Tuesday, May 31, 2011

Society benefits from L.A. Noire

Rockstar Games has put a lot of work into storytelling in recent games like Grand Theft Auto IV and Red Dead Redemption. The writing is always good, the characters are memorable, the look and feel is very carefully developed and in an industry rarity, the acting is superb.

But the biggest new technology Rockstar is trumpeting is the facial motion captures being used in the newest game, L.A. Noire.

The game focuses a lot on interviewing and interrogating witnesses and suspects, and players need to be able to read the faces of the characters to determine when someone is lying.

And that's where the economics come in.

Rockstar has put a lot of money into advancing this technology for entertainment purposes, but an Asperger's Syndrome expert says socially-blind patients can benefit from the game and learn more about reading facial expressions.

Add this to my running tally of positive externalities from video games.

For any readers who want to practice their facial reading skills, check out this great video of Milton Friedman talking to a student about public and private housing. Watch the changes in the student's facial expressions and body language from 5:55 to 6:03.

It communicates a very clear message: "This guy just beat me."


Sunday, May 29, 2011

What speculators do to prices

It's amazing how the general public will allow a journalist or activist to teach them about a complicated subject like economics and walk away with the completely wrong idea.

Mark-to-market accounting is a perfect example, where firms list the current value of their assets instead of what they originally paid for it. The public thinks it should be stopped because Enron used it to list phony values, but the alternative forces companies to list completely fictional values of assets because the prices have fallen or risen since purchasing.

In other words, that 8-track maker isn't the cash cow it once was.

Another example is the public's uninformed hatred of speculators - investors who bet on the future value of a resource. The general public has heard that speculators drive up oil prices, and make no contribution to society.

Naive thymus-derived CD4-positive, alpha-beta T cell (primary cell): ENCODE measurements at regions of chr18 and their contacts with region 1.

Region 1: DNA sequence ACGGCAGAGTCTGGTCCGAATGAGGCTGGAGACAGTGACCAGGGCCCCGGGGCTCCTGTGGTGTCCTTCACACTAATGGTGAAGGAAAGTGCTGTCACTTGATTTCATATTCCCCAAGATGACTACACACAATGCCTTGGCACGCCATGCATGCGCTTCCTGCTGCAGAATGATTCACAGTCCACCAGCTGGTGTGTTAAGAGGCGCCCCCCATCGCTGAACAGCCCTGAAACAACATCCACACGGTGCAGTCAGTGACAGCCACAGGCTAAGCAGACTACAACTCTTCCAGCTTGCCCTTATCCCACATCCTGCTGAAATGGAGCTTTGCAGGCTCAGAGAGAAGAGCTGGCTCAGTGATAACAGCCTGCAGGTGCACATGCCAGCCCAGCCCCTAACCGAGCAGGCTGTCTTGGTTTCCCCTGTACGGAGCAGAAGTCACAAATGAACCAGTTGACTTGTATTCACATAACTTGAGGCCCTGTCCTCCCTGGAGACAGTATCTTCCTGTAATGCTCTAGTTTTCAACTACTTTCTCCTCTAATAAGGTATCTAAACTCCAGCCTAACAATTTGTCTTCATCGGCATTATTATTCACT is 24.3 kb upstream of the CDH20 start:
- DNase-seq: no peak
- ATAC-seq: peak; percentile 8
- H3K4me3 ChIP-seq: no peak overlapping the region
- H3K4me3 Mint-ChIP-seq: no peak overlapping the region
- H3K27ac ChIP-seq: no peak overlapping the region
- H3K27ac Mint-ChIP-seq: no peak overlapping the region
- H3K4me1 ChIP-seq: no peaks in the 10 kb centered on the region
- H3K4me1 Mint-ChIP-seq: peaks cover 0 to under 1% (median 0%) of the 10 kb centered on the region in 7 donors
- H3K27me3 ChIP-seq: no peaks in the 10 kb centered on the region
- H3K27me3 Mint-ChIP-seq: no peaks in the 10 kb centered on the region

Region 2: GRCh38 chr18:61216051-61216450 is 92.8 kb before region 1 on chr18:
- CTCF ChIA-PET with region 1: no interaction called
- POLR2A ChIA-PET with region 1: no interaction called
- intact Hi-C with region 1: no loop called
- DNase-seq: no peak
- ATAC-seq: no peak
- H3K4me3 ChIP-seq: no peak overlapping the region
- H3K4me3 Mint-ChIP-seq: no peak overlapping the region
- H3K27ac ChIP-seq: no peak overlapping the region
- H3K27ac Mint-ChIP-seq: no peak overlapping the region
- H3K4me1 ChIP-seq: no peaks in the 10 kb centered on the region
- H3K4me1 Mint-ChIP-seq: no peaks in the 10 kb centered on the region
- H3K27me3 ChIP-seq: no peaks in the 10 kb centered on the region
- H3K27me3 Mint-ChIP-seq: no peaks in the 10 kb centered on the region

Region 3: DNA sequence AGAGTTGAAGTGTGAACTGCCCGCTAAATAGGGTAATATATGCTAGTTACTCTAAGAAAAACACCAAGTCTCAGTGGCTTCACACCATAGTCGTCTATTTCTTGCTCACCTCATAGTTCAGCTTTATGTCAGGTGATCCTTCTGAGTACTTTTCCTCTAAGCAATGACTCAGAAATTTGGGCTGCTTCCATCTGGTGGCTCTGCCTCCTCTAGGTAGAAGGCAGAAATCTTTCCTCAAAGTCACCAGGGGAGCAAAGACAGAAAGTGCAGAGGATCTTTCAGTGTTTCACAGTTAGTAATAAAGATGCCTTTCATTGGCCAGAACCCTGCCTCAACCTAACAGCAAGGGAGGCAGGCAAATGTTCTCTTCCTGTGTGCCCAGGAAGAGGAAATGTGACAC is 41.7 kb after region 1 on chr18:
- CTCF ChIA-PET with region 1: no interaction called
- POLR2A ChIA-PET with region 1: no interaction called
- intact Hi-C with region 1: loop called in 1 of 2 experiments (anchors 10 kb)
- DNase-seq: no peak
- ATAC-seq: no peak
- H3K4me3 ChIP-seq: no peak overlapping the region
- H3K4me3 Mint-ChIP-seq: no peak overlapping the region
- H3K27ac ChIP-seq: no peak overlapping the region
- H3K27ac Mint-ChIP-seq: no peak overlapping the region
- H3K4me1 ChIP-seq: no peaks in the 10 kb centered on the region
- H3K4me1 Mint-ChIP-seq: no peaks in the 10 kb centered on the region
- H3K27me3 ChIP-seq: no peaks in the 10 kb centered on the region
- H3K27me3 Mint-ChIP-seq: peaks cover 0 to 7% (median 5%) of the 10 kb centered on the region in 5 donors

But economists insist that speculators keep prices from being volatile and serve a very useful purpose by evening the value of commodities over time.

Luckily, we have a natural experiment in place - onion speculations have been banned in America since 1958, so how steady is the price of onions over time?

The difference is absolutely striking. No speculation in the onion market correlates with a volatile price. While this doesn't prove the explanation once and for all, it is a dramatic piece of evidence.


Friday, May 27, 2011

Don't kid yourself, they're snobs

Looks like I have to wade into the garden again to call a spade a spade.

Rallying under the idiotic moniker "foodie," activist Eric Schlosser wrote a piece recently defending his camp from being called "food elitists" by claiming that his ranking of some foods over others is based on the harm those foods do to society. The defense falls flat when you let a few rays of reality shine on his positions.

I've been calling his side "food snobs" for awhile now, and it's never occurred to me I had to justify that label. Talk about conspicuous consumption, these people claim any food that isn't produced through primitive, labor-intensive and inefficient means is unhealthy, foul, inferior and outright poisonous. It's not enough to celebrate their expensive meals, they feel the need to dismiss "commoner food" as cheap and unfit for human consumption.